Senator Bob Graham and attorney Chris Hand, co-authors of the book “America, The Owner’s Manual: You Can Fight City Hall and Win,” participated in a panel discussion recently at the Zora Neale Hurston Festival of the Arts and Humanities in Eatonville.
The topic was “Citizen Activism Works.” The panelists talked about effective ways that anyone with passion for a particular issue can make the government work for them.
Senator Bob Graham is one of Florida’s most respected and popular politicians. He served four years in the Florida legislature before becoming governor in 1978. He left office with an 83% approval rating, and beginning in 1986, served three consecutive terms in the United States Senate. He created the Bob Graham Center for Public Service at the University of Florida.
“Voting may be the single most important thing you do, because that selects the people who will use their constitutional responsibilities to advance the interests of the nation, but it’s not the end of your citizenship responsibilities,” says Graham. “We all have the ability to shape our community and our state and our nation by our own action.”
Attorney Chris Hand has served as speech writer and press secretary for Senator Graham, and was Chief of Staff for the City of Jacksonville under Alvin Brown, that city’s first African American mayor.
The advice that Senator Graham and Chris Hand provide in their book is non-partisan. They offer step-by step instructions for engaging with the government effectively.
“For those who are pleased with the election results, the question has been ‘what do we do now to hold elected officials accountable to the change they’ve promised to bring?’” says Hand. “For those who were disappointed by the election results its ‘did I do enough? Are there other ways that I can get involved?’ This book is hopefully one of the answers to that question.”
In their book, Graham and Hand present the stories of 35 people and groups who have challenged the government successfully on a variety of issues. Several of their examples are from Florida.
“It wasn’t that long ago that there was a strong proposal to demolish what is now South Beach,” says Graham. “The economic and political leaders of the city felt that Disney had built a wall across Florida, and that tourists wouldn’t come south to their traditional places such as Miami Beach, unless they had similar tourist attractions to Disney. The idea was to take down much of the old Art Deco architecture and build a theme park.”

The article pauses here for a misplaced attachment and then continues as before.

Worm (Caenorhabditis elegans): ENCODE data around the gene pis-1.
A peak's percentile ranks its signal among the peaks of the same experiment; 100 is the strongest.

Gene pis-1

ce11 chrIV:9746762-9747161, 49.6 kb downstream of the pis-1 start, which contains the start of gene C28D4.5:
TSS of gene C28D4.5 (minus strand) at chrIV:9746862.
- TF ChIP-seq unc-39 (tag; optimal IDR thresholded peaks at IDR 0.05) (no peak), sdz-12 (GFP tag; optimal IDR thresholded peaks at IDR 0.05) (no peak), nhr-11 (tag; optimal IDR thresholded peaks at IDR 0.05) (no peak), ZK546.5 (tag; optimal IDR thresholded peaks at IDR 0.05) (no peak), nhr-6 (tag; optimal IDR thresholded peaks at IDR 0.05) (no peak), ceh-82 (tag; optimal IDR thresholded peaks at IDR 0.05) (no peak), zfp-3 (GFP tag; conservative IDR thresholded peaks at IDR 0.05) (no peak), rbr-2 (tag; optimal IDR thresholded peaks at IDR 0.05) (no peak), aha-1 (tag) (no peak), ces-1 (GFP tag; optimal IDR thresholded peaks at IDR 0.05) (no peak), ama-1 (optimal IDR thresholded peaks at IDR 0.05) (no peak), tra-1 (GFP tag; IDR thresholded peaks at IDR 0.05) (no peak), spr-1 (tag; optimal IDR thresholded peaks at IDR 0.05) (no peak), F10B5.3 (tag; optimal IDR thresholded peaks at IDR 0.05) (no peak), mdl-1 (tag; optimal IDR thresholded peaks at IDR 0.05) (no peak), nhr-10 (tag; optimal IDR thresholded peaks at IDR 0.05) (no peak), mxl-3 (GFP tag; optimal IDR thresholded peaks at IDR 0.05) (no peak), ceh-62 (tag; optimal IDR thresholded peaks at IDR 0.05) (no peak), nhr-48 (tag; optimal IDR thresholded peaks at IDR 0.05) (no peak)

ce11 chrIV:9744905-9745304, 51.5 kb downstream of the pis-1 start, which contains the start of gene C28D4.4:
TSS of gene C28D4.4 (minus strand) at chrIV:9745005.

Barbara Capitman led an effort to save and restore the iconic Art Deco buildings of South Beach.
“Her persistence and her skill in manipulating a very complex bureaucratic process to get South Beach designated as a National Historic District were the keys to saving South Beach and really saving Miami Beach as an international destination,” says Graham.
Another example of effective, active citizenship discussed by Graham and Hand involves people from the Florida Keys fighting a dramatic increase in insurance rates.
The series of hurricanes in 2004 and 2005 had a significant impact on much of the state, but not the Florida Keys. Residents were shocked when they saw a dramatic rise in their property insurance rates, even though they had not been affected by the storms.
“So they used one of the most important skills of effective citizenship,” says Hand. “They did their homework. They consulted with experts, they did research, and they learned that these rate increases really weren’t based on anything justifiable. Having done this excellent homework and turned themselves into credible citizen advocates, they took their case to Tallahassee and were successful in having these insurance increases rolled back.”
Graham and Hand say that if you know your facts and become a credible citizen advocate, you have a much greater chance of success in making the government respond to your concerns.
Besides having passion for an issue, and preparation of a credible argument, the authors say that persistence is the key to effective citizenship.
“Citizenship isn’t intuitive,” says Graham. “You’re not born with an automatic awareness of what it takes to be an effective citizen. It’s a skill like playing a sport or a musical instrument.”